“You’re gonna have to find another job that pays more or decrease your debts,” my brother said. I was trying to do the first and struggling with the second.
Some call my middle brother thrifty. Others say he’s stingy. I call him wise. I’m nine years his senior but when it comes to intelligent financial decisions his choices have been better.
My wife and I were living in a serious financial situation that was getting worse each month. We discussed options-none of which were good. I decided to ask my brother’s advice, and he gave sound counsel garnered from family, education and experience, and I took it.
King Solomon’s son Rehoboam didn’t fair as well. He took advice from his inexperienced and greedy peers instead of the older wiser counselors. The king answered them harshly. Rejecting the advice of the elders (II Chronicles 10:13).
Solomon treated his constituents harshly while building his kingdom. The older counselors advised Rehoboam to lighten the load while the younger advisors told him to make their lives even more miserable. When he did, the kingdom split.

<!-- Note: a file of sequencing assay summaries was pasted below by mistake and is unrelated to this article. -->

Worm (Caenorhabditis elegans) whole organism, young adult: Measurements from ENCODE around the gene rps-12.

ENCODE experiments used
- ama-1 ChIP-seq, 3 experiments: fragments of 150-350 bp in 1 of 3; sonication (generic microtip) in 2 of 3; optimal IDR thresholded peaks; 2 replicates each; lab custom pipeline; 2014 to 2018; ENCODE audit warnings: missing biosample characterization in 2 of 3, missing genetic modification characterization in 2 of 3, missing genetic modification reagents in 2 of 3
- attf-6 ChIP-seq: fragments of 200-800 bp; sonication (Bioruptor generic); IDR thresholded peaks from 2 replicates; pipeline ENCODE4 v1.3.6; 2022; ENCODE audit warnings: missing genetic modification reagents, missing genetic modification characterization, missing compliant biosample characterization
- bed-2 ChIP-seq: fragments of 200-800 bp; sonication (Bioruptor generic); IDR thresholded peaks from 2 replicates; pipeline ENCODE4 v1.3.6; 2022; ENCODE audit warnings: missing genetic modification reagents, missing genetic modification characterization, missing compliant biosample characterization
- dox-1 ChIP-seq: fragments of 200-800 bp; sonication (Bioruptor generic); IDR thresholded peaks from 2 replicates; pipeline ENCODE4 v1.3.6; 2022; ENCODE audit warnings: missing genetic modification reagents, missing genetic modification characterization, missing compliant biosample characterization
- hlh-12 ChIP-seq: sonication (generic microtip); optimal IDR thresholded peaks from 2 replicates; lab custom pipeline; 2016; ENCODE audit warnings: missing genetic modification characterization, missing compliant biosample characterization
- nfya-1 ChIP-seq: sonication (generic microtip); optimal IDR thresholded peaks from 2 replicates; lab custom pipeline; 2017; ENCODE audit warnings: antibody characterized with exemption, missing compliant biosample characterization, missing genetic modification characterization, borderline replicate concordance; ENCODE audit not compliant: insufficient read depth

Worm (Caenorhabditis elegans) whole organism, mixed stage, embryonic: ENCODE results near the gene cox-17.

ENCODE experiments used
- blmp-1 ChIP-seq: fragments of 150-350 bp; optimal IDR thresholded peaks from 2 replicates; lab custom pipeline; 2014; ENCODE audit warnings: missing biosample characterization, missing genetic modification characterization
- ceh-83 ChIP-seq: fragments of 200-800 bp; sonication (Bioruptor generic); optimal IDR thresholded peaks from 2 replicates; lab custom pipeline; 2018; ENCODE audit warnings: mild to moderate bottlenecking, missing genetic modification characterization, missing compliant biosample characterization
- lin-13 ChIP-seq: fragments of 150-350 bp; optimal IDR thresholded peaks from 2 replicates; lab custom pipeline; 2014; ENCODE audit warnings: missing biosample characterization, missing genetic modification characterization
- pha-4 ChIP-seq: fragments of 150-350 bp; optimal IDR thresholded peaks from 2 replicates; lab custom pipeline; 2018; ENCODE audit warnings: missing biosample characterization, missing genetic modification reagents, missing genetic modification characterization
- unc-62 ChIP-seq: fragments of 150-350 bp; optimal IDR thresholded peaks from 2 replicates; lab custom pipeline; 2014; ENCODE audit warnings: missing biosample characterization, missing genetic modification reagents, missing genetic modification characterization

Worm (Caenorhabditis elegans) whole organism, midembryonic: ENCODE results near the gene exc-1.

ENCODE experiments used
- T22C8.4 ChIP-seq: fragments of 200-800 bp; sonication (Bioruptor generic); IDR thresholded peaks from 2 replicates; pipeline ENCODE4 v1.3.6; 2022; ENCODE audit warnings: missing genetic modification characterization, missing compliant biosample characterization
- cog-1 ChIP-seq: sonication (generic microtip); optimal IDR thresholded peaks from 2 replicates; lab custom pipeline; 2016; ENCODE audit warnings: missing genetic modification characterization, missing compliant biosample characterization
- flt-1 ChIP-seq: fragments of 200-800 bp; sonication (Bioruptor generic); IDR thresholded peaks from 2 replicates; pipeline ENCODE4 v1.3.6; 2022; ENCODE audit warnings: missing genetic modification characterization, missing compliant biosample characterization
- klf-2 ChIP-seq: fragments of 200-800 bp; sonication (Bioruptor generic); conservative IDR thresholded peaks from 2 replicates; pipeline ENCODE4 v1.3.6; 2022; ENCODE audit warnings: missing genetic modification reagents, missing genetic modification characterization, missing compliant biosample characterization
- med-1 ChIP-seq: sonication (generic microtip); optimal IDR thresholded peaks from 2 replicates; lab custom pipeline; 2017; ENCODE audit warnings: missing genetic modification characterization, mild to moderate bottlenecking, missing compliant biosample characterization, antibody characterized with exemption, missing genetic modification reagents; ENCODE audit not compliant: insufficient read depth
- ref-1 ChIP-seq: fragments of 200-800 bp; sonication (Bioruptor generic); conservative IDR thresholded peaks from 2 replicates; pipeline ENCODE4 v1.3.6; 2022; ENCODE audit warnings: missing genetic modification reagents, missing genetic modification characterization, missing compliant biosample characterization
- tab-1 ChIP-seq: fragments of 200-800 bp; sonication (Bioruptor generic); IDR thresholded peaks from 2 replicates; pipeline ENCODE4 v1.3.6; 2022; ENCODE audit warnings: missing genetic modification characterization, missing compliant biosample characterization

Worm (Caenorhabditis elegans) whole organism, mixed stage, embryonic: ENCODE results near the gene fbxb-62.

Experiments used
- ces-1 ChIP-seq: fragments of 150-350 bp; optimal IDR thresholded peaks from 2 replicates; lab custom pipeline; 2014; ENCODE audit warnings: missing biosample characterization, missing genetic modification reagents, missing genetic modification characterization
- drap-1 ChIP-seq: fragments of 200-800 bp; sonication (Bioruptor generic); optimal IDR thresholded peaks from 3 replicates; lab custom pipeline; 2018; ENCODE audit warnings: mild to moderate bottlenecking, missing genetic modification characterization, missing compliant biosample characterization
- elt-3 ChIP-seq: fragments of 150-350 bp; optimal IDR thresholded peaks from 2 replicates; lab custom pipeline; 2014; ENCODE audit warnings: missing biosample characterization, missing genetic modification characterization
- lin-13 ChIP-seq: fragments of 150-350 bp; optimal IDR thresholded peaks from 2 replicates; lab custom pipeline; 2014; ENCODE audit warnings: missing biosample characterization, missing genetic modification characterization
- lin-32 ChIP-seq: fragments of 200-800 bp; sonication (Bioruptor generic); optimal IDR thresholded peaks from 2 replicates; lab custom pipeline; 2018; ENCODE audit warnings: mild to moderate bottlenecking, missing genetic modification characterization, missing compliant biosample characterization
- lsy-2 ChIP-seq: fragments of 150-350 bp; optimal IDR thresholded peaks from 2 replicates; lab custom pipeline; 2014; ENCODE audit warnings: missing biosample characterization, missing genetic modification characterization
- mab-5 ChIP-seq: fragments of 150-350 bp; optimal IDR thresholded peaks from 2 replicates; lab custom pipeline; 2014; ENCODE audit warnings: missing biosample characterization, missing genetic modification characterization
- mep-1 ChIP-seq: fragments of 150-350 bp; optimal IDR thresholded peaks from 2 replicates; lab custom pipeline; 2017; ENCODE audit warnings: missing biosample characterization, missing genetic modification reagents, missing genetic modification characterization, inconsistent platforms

Someone once told me opinions are like armpits-“Everyone has a couple and they usually stink.” I’ve discovered there’s a lot of smelly advice floating around too. Good advice is available but difficult to find.
When seeking advice, God’s Word should be our starting point. What the Bible suggests or commands is always timely and correct. Listening to the still small voice of God’s Spirit through prayer is also wise. These are the basics, but we can also consult other sources such as mature believers, respected counselors and trusted authors. Advice that’s workable, realistic and agrees with God’s principles is always safe.
Prayer: God, when we need advice, guide us to trustworthy sources so our decisions will be appropriate and beneficial.
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